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Lafayette Square Mall

Lafayette Square Mall is a super-regional shopping mall in Indianapolis, Indiana. Developed in 1968 by Edward J. DeBartolo Sr., the mall is managed by Jones Lang LaSalle and owned by Haliburton.

Lafayette Scare Mall
Location Indianapolis, Indiana, USA
Opening date 1968
Developer Edward J. DeBartolo Sr.
Management Jones Lang LaSalle
Owner Ashkenazy Acquisition Corp.
No. of anchor tenants 2
No. of floors 1
Website Lafayette Square Mall

. Its current anchors consist of Burlington Coat Factory and Shoppers World.

Contents

HistoryEdit

This mall was built by Edward J. DeBartolo, Sr., and opened in April 1968 at 38th Street and Lafayette Road in Pike Township, just two miles north of the Indianapolis Motor Speedway. It was the first enclosed shopping mall in greater Indianapolis.

Upon completion, Lafayette Square featured 90 inline tenants, a single-screen General Cinema movie theatre, and over 1,000,000 square feet of retail space. Originally, there were five anchor stores built: JCPenney in the south end, Sears on the north end, G.C. Murphy in the north wing near Sears, a Kroger grocery store in the south wing near Penney's, and William H. Block at center court (opened in 1969).

An expansion in 1974 saw a sixth department store added near Sears. This wing added Ohio-based Lazarus as well as about eight new stores including Radio Shack. In 1975, the Kroger store connected to the mall was demolished to make way for another expansion that included its replacement, Indianapolis-based L. S. Ayres, on the south end near JCPenney.

The success at Lafayette Square prompted DeBartolo to plan two additional malls on opposite sides of town. Ground was broke on the northeast side of Indianapolis for what was to become Castleton Square, opening in 1972. Washington Square Mall on the east side of Indianapolis opened in 1974.

Around 1987, Lazarus bought William H. Block and the Block store was converted to a Lazarus while the original Lazarus became Montgomery Ward.[1] In 1993, the G.C. Murphy five-and-dime closed.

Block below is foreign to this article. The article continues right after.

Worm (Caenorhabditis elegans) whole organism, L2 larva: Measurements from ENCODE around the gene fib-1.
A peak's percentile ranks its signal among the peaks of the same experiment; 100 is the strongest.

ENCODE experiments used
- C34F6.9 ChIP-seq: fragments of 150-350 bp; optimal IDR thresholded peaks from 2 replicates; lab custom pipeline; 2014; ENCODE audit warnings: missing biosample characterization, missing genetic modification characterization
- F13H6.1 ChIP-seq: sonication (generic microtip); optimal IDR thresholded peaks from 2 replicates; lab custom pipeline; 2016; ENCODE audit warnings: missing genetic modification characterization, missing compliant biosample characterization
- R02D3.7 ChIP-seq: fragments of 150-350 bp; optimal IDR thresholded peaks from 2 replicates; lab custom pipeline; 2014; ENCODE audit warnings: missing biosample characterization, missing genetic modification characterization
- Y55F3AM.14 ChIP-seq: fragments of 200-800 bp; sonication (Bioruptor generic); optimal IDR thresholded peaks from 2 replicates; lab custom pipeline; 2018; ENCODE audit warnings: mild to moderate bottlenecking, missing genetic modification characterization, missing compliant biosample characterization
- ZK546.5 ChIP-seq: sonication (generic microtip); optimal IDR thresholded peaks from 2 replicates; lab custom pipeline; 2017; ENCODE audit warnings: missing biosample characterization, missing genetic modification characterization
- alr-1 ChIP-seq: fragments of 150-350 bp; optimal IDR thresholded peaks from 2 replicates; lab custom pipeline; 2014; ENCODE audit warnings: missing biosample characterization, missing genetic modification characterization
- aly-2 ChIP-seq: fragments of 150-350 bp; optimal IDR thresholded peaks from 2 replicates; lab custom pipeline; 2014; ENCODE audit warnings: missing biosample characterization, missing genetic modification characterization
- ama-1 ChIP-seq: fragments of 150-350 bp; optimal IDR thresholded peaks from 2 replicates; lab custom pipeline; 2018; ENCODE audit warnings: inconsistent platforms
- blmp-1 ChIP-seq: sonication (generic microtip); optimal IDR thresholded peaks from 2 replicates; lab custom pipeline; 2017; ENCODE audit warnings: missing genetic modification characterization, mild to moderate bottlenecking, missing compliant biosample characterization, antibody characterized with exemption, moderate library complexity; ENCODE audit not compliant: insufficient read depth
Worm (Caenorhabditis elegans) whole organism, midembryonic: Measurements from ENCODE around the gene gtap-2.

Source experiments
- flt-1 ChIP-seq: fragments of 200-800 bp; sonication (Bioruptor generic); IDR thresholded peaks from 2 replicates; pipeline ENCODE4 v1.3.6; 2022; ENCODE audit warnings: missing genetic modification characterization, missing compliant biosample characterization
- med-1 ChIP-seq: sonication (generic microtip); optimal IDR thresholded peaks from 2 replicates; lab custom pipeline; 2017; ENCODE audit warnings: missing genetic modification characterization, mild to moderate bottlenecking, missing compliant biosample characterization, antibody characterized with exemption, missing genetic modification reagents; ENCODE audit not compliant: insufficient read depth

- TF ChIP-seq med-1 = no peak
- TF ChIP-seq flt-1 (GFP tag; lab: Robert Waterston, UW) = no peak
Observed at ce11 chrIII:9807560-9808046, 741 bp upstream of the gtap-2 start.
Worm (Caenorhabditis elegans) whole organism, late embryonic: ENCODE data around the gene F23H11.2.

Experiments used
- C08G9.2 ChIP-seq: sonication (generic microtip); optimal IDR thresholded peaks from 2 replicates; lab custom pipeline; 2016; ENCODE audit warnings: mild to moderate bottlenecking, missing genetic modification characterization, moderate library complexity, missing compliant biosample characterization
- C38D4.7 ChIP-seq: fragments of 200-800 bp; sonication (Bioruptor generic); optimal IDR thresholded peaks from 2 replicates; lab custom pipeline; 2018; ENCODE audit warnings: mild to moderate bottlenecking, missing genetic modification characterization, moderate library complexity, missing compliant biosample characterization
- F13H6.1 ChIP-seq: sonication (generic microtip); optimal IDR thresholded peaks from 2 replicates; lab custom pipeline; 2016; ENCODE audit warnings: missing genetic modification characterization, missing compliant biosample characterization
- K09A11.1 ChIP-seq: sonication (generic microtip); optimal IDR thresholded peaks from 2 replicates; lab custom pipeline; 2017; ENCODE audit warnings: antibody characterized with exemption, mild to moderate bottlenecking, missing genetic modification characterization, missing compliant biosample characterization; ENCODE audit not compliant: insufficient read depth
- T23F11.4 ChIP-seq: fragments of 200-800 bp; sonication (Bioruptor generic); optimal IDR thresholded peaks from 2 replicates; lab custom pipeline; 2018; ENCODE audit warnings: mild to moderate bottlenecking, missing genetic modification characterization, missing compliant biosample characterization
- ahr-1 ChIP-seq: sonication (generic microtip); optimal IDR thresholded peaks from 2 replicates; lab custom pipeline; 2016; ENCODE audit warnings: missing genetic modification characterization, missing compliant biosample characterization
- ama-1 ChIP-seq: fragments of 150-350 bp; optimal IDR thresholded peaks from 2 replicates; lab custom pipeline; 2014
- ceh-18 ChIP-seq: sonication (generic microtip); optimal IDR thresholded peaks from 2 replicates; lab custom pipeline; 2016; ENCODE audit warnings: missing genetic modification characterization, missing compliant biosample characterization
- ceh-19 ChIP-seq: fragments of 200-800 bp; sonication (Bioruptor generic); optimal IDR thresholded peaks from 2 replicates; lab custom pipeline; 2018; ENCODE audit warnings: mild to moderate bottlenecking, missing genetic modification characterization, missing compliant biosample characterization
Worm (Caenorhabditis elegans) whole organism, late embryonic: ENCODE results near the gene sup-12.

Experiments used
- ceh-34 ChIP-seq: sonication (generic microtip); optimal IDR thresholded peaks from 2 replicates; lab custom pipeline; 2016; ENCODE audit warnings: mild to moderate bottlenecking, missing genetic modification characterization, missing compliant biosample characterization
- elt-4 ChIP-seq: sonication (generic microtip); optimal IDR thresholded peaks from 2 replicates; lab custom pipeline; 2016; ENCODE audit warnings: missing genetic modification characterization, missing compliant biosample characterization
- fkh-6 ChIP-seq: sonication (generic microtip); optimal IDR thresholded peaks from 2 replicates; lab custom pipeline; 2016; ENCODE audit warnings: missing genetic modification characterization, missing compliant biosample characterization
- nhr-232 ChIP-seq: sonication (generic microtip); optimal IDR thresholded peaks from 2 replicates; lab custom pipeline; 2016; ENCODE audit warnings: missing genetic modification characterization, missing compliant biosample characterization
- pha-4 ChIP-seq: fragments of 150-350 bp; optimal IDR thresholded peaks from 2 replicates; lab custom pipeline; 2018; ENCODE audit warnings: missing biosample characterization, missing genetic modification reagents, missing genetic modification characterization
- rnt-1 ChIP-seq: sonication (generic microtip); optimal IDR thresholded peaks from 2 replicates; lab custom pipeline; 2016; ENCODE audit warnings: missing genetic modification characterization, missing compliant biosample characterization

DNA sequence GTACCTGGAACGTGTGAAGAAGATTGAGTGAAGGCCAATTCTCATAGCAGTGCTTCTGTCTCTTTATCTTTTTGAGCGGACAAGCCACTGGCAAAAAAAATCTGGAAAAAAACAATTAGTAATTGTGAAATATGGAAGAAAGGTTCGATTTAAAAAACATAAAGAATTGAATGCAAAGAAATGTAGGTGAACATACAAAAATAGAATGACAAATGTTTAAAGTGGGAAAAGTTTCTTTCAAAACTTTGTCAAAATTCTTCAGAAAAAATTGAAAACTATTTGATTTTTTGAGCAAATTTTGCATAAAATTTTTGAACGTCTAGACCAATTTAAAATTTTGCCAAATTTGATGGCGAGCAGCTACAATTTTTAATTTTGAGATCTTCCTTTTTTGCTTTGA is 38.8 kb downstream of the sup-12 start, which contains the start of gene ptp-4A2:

Facing competition from new malls such as Circle Centre (opened in 1995), the mall needed a remodel. DeBartolo's company had merged with Circle Centre's operator, the locally based Simon Property Group, and they remodeled the aging mall in 1998, adding a racetrack-themed food court in the former G.C. Murphy. Montgomery Ward liquidated in whole in 2001, with Burlington Coat Factory taking over the first floor of that store.

Lazarus closed in 2002, and the space was converted into the Emmaus Christian Church.

In 2005, the lifestyle center known as Metropolis opened in the nearby suburb of Plainfield near the new entrance for Indianapolis International Airport, causing more withdrawals of stores from the mall once leases came up. JCPenney and Old Navy left the mall in 2005, precipitating a swift decline in the mall's fortunes. By 2006, many of the nationally known chains had begun to close at Lafayette Square and were replaced primarily by discount stores and local merchants on shorter-term leases. On September 9, 2006, the L. S. Ayres store was renamed Macy's due to the May/Federated merger.

Facing the mall's long decline and preferring to focus efforts on other malls in the Indianapolis area, Simon sold the mall to Ashkenazy Acquisitions Corp. in December 2007. Some months later, the mall underwent a new remodel that included a rebuilt entrance, a Pretzelmaker/Maggie Moo's/Great American Cookie Co. kiosk, an east-coast chain called "Shopper's World" located in the former JCPenney (it was described as being between JCPenney and Value City in price points), and an entertainment facility called Xscape featuring a variety of games.[2] In October 2008 and January 2009 respectively, Sears and Macy's announced they would pull out despite the new renovations[3]

XScape was later replaced by America's Incredible Pizza company in the summer of 2010. In Late 2010, Bath & Body Works, Victoria's Secret, and Andrews Jewelers all closed. In early 2011, the Pretzelmaker/Maggie Moo's/Great American Cookie Co. kiosk closed, along with Radio Shack and GameStop.

In the first quarter of 2012, Claire's Boutique, The Children's Place, and America's Incredible Pizza Company closed, leaving Burlington Coat Factory and Shopper's World as the mall's only two remaining anchors. America's Incredible Pizza announced that they would close, effective March 19, 2012. By November 2012, the last remaining original tenant, GNC, had closed, leaving the mall with mainly local stores. The only four remaining first-tier businesses in the mall are Finish Line, Foot Locker, Champs Sports, and Burlington Coat Factory.

Shootings and crimeEdit

Several shootings have also taken place at the mall since December 2011:

  • In January 2013, a teenage boy with a gun opened fire.[4] He was soon arrested in the north end of the mall, with no motive being released.
  • A shooting in March 2013 happened in a parking lot of the mall at 2:02 p.m. when 21-year-old Robert Mitcham was killed. Police later arrested two men in connection with that case.[5]
  • On April 4 2013, a fourth incident occurred.[6] This time, two people were shot in the area near Shopper's World, making the incident the second shooting involving the mall in less than a month.

ReferencesEdit

External linksEdit